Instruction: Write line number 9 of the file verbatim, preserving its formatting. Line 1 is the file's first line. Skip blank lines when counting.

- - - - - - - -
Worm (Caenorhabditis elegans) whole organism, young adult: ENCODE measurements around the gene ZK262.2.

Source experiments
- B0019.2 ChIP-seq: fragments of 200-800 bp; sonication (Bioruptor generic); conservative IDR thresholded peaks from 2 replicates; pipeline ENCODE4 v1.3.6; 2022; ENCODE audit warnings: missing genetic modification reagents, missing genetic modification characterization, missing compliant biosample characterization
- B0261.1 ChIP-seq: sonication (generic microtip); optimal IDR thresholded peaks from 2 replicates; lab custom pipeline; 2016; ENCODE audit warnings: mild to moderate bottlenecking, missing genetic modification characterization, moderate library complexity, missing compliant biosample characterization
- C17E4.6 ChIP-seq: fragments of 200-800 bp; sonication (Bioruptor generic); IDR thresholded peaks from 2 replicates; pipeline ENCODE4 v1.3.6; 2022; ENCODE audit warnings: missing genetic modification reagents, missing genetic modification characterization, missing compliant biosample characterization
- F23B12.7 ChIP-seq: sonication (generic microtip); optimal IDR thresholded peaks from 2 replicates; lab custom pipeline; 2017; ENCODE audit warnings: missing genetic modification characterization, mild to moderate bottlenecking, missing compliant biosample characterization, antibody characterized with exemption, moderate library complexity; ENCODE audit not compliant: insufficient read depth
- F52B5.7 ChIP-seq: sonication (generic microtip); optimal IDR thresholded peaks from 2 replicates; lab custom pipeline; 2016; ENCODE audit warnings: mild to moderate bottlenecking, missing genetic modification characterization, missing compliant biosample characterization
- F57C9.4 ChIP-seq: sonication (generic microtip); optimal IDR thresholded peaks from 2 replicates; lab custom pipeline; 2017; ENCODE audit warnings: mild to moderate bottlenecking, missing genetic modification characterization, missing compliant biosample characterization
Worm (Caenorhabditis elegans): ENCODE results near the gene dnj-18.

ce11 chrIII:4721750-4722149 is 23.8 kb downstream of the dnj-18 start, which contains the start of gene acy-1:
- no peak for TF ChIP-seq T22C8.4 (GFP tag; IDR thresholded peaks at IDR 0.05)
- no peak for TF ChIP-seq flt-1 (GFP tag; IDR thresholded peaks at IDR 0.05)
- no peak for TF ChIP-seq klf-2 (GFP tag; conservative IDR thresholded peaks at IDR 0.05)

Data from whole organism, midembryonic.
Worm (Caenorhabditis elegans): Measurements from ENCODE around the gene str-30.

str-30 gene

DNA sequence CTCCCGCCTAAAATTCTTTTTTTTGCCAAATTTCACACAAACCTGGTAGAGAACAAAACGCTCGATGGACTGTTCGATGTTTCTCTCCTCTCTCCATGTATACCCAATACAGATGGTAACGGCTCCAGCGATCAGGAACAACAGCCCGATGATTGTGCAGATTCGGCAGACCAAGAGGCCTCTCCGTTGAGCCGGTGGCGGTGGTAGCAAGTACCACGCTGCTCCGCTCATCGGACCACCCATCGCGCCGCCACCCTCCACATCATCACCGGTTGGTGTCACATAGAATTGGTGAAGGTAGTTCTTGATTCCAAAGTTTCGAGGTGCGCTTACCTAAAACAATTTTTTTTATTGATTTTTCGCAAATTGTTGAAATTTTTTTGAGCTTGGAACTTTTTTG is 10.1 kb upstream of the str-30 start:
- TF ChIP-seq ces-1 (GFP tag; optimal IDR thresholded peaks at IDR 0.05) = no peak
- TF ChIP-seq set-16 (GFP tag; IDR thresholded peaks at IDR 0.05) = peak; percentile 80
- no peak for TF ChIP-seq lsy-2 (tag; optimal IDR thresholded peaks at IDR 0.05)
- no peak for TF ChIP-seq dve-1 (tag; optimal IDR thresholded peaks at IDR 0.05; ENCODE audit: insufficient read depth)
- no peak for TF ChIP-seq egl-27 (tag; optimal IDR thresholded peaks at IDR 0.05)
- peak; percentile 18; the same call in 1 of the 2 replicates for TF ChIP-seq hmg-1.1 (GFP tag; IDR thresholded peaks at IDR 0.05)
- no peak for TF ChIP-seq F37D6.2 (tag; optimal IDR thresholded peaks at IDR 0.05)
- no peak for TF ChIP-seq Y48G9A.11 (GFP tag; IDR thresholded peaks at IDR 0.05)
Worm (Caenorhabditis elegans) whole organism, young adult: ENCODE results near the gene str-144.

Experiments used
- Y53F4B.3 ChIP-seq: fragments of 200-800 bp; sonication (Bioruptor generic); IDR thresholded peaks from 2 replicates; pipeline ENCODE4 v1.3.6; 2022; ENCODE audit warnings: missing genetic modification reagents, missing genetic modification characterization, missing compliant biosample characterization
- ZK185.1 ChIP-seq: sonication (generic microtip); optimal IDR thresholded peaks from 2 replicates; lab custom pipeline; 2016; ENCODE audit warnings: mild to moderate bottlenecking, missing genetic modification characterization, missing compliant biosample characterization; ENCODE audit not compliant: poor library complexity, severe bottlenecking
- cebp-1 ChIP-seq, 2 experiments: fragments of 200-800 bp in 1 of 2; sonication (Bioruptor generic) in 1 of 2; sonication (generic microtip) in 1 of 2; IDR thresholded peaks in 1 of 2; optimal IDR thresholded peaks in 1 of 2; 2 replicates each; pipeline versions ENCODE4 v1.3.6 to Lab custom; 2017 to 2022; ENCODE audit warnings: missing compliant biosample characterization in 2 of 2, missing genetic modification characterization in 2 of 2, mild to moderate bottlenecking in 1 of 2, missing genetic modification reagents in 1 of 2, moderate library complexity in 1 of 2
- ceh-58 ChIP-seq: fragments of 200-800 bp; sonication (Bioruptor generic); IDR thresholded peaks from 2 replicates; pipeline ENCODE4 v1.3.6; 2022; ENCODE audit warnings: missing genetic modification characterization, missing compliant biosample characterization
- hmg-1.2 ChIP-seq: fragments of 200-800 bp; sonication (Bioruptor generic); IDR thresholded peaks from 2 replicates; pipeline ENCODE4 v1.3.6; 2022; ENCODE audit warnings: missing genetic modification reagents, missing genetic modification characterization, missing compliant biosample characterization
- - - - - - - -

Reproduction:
Worm (Caenorhabditis elegans): ENCODE results near the gene dnj-18.